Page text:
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Childproof staircaseChildproofing is not a simple task. It requires thinking and planning, some imagination, some research and inevitably costs us time, the most valuable resource of busy working parents.

I wrote a guest article for Almost Frugal with tips about childproofing and only after it went live I realized that I could have done better. One picture is worth a thousand words and showing the locks and where to use them is just as important as explaining about it.

In this post I will cover the kitchen: a lot of cupboards where potential dangers are hidden, a lot of drawers with knives and other not-so-child-friendly objects; the fridge AKA notorious baby-magnet and the most difficult childproofing enigma - the dishwasher.

Here’s how we tackled them:

For cupboards with handles we used this lock:

Cupboards and cabinets childproof lockWhy use this lock:

  • It is easy to open with one hand: grab it, just press two buttons and slide the locking element towards the ends of plastic “legs”.
  • It is important that the locks in the kitchen don’t require both hands as often you have only one free hand.

  • It didn’t have to be screwed in the cupboard, which is great because that means no holes left when you remove the lock.
  • For the drawers we used these latches:
    Latches for childproofing kitchen drawers

    They have two parts; one is glued to the side of the drawer and the other to the cabinet.

    Why use these latches:

  • They are easy to open and close. To open simply push the latch to the side, hold on to it and pull the drawer, it will slide out. To close simply push the drawer, you will hear a “click” when the latch will automatically close.
  • They are easy to install, again no screwdriver required.
  • They are durable, Eric didn’t manage to break or tear apart any of them in 3 months. Other locks he could easily rip off the cabinet, causing us a lot of frustration. We nearly gave up on the idea to find good locks for the drawers .
  • For other cupboards we used these latches:

    Garbage bin childproof lock

    Why use these latches:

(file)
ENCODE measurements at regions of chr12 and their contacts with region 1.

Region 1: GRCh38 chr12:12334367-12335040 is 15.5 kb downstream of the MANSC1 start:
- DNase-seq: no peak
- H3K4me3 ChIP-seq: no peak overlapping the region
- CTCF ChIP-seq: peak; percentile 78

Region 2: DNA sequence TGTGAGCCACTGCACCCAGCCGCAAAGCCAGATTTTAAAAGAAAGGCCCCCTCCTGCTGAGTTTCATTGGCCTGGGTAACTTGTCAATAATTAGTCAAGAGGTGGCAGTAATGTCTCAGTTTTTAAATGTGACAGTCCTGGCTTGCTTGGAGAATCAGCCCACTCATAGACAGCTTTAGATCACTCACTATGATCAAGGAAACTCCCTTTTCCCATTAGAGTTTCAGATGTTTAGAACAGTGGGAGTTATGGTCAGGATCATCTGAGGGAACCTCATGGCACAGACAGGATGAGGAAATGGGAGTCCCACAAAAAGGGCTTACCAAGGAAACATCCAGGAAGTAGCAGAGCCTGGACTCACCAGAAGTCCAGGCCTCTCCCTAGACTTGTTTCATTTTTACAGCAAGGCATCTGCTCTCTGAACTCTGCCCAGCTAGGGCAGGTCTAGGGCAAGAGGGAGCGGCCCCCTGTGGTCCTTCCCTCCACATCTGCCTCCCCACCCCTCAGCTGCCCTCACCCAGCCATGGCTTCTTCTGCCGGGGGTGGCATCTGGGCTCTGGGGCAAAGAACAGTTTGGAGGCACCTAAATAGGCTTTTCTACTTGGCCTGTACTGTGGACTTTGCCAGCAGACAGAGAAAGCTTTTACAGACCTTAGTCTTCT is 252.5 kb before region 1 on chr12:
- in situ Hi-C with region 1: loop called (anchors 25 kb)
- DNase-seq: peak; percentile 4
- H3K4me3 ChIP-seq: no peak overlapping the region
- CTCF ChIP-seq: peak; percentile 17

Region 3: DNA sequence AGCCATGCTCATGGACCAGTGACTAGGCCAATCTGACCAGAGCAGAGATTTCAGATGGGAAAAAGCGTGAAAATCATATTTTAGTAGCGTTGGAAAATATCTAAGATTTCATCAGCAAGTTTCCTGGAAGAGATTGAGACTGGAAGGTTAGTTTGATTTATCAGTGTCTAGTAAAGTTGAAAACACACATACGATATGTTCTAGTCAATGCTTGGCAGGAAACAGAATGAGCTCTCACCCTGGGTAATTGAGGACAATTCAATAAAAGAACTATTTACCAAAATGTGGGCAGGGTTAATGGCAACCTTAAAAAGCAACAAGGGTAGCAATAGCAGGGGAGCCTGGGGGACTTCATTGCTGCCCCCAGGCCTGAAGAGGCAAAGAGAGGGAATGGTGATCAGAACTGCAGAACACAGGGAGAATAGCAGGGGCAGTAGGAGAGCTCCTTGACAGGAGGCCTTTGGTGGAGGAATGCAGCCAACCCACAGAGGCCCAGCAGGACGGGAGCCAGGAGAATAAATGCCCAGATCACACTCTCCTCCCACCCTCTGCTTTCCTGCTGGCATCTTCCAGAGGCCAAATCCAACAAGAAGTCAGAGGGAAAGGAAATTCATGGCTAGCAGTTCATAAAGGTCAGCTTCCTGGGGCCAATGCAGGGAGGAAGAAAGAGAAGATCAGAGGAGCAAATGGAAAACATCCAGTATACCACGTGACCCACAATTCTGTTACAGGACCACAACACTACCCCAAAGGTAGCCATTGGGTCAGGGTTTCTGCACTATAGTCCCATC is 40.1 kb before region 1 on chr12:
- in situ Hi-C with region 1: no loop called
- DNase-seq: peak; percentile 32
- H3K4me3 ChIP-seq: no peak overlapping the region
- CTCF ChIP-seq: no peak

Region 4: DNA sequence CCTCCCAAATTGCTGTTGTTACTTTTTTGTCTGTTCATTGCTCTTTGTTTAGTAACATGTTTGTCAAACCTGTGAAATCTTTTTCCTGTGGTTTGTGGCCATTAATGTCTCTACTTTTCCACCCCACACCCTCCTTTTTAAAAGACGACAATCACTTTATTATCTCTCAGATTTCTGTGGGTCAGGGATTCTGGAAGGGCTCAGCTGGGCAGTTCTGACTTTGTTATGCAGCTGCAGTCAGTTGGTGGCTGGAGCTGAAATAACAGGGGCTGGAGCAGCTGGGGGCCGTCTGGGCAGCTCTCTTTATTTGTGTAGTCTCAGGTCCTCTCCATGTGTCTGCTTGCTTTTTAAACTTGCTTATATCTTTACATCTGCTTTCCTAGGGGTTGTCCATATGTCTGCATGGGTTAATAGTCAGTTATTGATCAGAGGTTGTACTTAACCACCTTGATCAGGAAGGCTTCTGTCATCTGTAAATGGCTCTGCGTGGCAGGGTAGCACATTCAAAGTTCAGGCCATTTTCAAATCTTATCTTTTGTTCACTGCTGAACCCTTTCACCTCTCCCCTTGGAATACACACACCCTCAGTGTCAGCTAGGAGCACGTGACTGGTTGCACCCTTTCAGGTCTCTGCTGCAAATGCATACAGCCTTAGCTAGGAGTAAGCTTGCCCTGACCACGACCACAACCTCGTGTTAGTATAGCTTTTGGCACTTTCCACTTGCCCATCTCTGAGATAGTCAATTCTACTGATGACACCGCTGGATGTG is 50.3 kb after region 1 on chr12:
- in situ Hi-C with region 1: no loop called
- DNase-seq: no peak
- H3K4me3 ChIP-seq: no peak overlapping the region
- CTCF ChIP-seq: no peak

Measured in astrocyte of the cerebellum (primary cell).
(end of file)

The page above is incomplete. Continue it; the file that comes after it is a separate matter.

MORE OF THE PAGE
• They are easy to open and close, single-handedly. To open, pull the door and it will open a bit until the latch stops it from inside, there will be just enough room for you to slide a finger in, push the latch down, and then open wide. To close just push the door as you would normally do.
  • The downside - they do require a screwdriver to install and will leave holes in the cabinets.
  • The fridge was equipped with this lock:
    Child proofing fridge lock

    It has two parts; one part with the plastic elastic strap that is glued to the side of the fridge, the other part where the lock clicks in is glued to the fridge door.

    Why use this lock:

  • It can be installed at any height, so glue it well above the child’s reach and there is no chance he’ll ever be able to get into the fridge.
  • It can be opened using one hand only, which is a must for any fridge locks because you are always holding something in the other hand.
  • The length of the strap can be adjusted and if it’s tight enough even small fingers won’t be able to slide between the fridge and its door.
  • The downside - sometimes the plastic strap is getting in the way of closing the door and it’s not highly visible, so I get angry pulling the door that doesn’t open for some reason :)
  • And finally to the toughest one: the dishwasher, the Everest of childproofing. No need to explain why it’s a safety hazard - the knives and the forks, the hot air when it’s drying the dishes, the chemicals in the dish-washing liquid. We just couldn’t find any proper lock for it because our dishwasher is a built-in one and there is no access to its sides.

    So finally we came up with this solution - Rob installed a deadbolt next to the dishwasher door:
    Childproofing dishwasher

    Have a closer look, see how in closed position it is blocking the door? Brilliant!
    Childproofing dishwasher deadbolt lock

    Long live the creativity of desperate parents.

    And now it’s your turn - any childproofing solution you’d like to tell me about? I am all ears.

    Update: this post was featured in The 157th Festival of Frugality: The Queen’s Speech Edition.

    {Probably} Related posts:

    1. Childproofing - a guest post at Almost Frugal I have a guest post on Almost Frugal, check it...